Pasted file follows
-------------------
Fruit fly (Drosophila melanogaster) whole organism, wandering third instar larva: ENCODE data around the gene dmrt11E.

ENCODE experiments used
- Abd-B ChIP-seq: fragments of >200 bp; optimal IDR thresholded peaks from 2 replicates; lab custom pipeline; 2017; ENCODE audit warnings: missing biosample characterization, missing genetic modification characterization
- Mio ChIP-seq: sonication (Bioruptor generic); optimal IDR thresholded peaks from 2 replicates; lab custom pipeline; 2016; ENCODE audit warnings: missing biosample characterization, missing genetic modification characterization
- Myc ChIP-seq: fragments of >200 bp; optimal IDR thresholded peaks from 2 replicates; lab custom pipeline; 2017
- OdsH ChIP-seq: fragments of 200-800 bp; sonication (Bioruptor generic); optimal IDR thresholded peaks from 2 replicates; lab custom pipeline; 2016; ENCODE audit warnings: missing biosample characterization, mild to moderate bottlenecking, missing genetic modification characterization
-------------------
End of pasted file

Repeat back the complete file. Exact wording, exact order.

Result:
Fruit fly (Drosophila melanogaster) whole organism, wandering third instar larva: ENCODE data around the gene dmrt11E.

ENCODE experiments used
- Abd-B ChIP-seq: fragments of >200 bp; optimal IDR thresholded peaks from 2 replicates; lab custom pipeline; 2017; ENCODE audit warnings: missing biosample characterization, missing genetic modification characterization
- Mio ChIP-seq: sonication (Bioruptor generic); optimal IDR thresholded peaks from 2 replicates; lab custom pipeline; 2016; ENCODE audit warnings: missing biosample characterization, missing genetic modification characterization
- Myc ChIP-seq: fragments of >200 bp; optimal IDR thresholded peaks from 2 replicates; lab custom pipeline; 2017
- OdsH ChIP-seq: fragments of 200-800 bp; sonication (Bioruptor generic); optimal IDR thresholded peaks from 2 replicates; lab custom pipeline; 2016; ENCODE audit warnings: missing biosample characterization, mild to moderate bottlenecking, missing genetic modification characterization